In London, England, almost two centuries ago a very clever chap by the name of John Finlaison wrote an urgent letter to the chancellor of the British Exchequer, imploring the government to change the way it priced and sold life annuities to the public.
You might not have known this, but in the late 17th and 18th centuries, many countries financed their national debt with the sale of life annuities and tontines, not the coupon-bearing bonds they use nowadays. So, for example, in exchange for a £100 initial investment (lent) to Her Majesty’s government, the annuitant would receive an annual income of £10 for the rest of their life. There was an active market in what might be called longevity-contingent claims.
Now, John Finlaison was no commoner exercising his democratic right to complain about prices and yields. Rather, his official position was “actuary of the national debt” from the years 1822 to 1851. Arguably he was the world’s first full-time actuary, who then went on to launch the British Institute of Actuaries, where his son and then grandson served in the same roles. There are entire buildings named after him in downtown London. More interestingly and relevant, in contrast to most people who might complain that the prices of goods and services purchased by retirees were too high, John Finlaison’s concern was that prices were in fact too low.
In handwritten letters to members of Parliament, he presented very convincing data that British retirees and pensioners were living much longer than what was assumed in the government’s pricing schedule. This then meant that payments were made for longer, costing the government more than it had budgeted for. John Finlaison expressed great concern that pricing wasn’t sustainable and urged officials to lower the payouts and raise the fees. At the very least, he agued, males and females should be paying different prices for annuities. Prior to his work in 1829, nobody thought to differentiate pricing by gender.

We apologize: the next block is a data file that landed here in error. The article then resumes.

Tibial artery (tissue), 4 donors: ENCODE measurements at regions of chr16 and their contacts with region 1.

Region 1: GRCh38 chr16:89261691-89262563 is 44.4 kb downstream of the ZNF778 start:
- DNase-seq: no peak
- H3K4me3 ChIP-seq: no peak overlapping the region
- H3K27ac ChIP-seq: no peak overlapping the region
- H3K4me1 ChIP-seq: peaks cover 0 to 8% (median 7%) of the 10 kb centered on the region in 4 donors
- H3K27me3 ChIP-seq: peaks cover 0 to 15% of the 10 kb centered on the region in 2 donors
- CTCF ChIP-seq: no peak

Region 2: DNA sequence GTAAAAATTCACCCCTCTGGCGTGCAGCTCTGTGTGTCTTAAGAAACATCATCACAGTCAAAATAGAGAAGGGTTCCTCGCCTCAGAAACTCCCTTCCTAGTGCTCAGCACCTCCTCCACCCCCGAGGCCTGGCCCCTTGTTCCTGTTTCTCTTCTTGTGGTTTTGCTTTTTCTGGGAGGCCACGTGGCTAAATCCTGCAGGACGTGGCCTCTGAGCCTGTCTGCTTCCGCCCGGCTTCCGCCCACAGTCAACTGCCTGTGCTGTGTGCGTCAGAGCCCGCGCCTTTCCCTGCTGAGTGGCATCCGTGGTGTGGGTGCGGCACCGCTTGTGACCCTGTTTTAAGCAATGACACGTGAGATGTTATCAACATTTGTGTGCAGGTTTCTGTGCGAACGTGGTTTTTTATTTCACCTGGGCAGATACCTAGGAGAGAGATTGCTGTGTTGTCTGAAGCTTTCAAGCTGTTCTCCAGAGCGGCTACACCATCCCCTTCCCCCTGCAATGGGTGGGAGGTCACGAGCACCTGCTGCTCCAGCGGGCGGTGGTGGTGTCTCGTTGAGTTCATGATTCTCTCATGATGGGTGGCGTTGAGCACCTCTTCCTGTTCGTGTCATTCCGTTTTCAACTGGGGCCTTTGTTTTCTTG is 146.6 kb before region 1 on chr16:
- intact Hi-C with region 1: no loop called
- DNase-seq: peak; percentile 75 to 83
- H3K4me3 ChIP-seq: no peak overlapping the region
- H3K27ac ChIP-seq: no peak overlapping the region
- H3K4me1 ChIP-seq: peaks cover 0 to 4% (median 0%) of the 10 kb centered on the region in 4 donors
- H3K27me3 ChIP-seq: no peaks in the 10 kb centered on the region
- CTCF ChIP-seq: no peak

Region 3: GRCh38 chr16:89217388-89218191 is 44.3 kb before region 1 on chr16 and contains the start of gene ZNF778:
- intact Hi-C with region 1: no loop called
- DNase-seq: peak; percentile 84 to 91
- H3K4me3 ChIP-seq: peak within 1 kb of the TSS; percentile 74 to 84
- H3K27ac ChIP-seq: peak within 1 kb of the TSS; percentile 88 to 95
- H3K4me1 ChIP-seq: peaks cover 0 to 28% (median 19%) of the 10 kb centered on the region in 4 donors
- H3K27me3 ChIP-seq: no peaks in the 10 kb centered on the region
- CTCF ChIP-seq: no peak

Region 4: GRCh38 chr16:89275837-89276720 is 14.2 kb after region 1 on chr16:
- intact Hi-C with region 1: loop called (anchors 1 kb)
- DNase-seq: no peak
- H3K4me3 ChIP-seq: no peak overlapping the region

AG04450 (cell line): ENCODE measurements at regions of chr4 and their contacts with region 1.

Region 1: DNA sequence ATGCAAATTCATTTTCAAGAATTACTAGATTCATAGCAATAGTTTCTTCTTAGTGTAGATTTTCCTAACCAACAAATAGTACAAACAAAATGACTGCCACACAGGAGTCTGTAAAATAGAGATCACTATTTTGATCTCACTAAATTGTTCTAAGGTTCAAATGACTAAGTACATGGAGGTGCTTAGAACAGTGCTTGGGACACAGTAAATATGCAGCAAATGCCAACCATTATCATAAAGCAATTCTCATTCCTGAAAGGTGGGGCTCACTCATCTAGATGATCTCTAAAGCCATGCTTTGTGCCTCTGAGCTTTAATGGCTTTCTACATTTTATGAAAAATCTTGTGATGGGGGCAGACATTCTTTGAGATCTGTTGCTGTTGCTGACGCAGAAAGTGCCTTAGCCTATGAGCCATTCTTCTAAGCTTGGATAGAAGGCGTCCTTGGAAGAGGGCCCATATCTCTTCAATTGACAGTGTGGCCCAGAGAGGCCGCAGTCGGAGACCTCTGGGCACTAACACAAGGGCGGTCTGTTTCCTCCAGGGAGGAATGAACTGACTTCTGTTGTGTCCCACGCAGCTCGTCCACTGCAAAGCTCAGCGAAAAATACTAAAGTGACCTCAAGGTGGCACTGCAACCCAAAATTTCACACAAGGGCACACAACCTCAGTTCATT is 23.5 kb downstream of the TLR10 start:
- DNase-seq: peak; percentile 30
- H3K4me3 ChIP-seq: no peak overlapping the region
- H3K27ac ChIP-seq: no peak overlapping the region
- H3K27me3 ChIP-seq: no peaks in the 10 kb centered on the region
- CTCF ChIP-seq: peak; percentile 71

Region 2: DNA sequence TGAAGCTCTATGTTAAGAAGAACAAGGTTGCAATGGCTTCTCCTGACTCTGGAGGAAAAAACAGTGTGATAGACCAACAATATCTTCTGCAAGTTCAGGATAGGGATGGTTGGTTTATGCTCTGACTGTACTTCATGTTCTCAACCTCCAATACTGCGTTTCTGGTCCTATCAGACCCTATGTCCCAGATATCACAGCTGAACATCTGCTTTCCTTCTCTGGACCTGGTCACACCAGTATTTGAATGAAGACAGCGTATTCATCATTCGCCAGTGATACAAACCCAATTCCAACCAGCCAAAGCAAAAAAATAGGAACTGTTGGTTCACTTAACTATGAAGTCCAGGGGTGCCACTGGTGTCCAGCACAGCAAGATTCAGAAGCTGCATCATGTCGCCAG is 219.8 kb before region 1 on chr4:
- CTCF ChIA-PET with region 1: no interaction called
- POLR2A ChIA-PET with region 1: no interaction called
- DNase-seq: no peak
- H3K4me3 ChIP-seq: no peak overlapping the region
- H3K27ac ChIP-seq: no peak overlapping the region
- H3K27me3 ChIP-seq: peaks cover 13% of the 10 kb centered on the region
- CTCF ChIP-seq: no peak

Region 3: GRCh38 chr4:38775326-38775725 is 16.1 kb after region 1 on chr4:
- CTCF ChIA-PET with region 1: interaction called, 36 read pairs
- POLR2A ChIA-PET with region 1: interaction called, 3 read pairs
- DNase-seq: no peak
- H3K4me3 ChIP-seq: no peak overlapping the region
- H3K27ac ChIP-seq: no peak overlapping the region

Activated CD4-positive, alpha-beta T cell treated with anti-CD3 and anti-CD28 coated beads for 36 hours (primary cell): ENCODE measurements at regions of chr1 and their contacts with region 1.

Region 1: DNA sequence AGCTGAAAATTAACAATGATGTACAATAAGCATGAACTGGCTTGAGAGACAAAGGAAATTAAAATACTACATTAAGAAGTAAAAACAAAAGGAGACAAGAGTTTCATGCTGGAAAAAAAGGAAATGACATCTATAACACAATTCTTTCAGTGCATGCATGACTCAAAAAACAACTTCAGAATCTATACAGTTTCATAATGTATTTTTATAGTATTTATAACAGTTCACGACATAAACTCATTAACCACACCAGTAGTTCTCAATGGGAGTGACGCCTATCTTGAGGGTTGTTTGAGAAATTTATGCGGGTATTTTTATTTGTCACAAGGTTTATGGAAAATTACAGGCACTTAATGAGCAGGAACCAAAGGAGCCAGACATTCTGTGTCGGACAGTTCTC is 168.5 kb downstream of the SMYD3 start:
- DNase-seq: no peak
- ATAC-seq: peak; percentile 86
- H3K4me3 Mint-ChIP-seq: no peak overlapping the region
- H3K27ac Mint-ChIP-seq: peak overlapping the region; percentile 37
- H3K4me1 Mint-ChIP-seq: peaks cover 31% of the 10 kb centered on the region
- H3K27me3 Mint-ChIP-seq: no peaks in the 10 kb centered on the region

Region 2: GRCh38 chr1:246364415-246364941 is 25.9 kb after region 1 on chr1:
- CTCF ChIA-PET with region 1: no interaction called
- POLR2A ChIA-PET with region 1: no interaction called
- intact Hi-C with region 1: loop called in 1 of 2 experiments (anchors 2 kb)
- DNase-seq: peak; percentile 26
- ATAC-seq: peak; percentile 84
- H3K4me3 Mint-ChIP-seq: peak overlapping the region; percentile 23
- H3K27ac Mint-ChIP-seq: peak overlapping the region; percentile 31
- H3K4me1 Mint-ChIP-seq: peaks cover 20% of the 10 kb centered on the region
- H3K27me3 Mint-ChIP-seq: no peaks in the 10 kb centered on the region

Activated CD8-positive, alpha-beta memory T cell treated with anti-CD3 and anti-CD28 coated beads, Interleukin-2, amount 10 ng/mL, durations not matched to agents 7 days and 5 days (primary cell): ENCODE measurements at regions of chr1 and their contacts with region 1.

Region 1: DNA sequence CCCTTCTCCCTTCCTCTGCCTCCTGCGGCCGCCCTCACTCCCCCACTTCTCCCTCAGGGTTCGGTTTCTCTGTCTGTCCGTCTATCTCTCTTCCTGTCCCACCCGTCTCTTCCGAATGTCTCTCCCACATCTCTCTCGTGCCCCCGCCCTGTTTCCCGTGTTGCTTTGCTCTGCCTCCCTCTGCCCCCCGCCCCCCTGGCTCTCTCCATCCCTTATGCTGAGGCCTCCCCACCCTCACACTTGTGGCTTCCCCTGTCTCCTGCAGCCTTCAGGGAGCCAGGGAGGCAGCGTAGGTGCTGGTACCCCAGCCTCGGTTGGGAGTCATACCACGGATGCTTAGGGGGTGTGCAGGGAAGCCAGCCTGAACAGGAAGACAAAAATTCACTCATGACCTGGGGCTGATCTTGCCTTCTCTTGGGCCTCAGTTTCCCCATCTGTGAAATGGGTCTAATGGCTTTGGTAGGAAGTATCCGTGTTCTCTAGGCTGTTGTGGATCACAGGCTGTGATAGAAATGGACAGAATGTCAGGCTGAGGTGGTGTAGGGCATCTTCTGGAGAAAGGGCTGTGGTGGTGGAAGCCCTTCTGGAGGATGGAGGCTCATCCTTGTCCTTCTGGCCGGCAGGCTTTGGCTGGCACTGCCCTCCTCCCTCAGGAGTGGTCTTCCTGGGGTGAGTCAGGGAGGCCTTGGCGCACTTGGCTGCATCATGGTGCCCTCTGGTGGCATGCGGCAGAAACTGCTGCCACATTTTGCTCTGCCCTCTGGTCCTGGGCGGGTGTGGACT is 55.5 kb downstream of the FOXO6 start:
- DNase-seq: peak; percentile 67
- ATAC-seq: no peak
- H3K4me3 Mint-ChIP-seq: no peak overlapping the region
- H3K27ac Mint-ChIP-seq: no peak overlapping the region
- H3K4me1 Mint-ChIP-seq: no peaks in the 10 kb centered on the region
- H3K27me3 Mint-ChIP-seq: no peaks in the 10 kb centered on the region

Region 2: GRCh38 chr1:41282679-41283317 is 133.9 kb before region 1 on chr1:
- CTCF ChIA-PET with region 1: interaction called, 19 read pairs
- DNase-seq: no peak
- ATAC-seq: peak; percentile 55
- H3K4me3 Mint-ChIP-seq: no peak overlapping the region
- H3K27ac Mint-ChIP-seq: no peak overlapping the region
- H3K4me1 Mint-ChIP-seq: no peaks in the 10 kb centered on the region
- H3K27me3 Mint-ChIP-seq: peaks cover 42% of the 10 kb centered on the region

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I know all of this, not because I am Google-ing or Wikipedia-ing historical facts from my laptop, but because I am deep inside the magnificent edifice of the British National Archives, inLondon, England. (See photo, taken before the pandemonium surrounding the royal heir.) Finlaison’s cogent letters and supporting actuarial data are labeled “reference item T1/3744” and have been retrieved from the dusty files for your humble correspondent.
To boil this all down to its financial essence, according to Mr. Finlaison’s calculations on the eve of the Victorian Era, Her Majesty’s government was selling annuities worth £175 in present values term, for a mere £100 up-front cost, which was a jolly good deal.
You would think that governments and pension and insurance industries would learn to reduce mispricing errors and better manage their risks by now. Indeed, the last two centuries are littered with similar examples, whether they have to do with life annuities, life insurance, long-term care or other forms of insurance. Alas, the long-festering battles over the underfunding of state pension plans are yet another good example of mispricing. They all come down to the same thing: reasonable models with bad assumptions.
And, lo and behold, now history has been repeating itself with variable annuities. This time around it isn’t human longevity that’s causing problems. Rather, it is human rationality that is rupturing the pricing models.
Let me back up a wee bit and ask you to ponder this. When the company that manufactured your car, contacts you out of the blue and asks to “buy it back,” or when the tailor who made your suit, suddenly offers to replace it with a better one—are they doing it out of the goodness of their heart? Rather, they likely made some sort of mistake in the design, and possibly a fatal one.
For those of you with VAs on your books, you probably know where I am going with this. North American insurance companies have spent a good part of the last year doing exactly that. Namely, offering to buy back your client’s VA policy. And, I don’t think it’s because they want to display the certificates in a museum or an archive. They made pricing mistakes and want a re-do.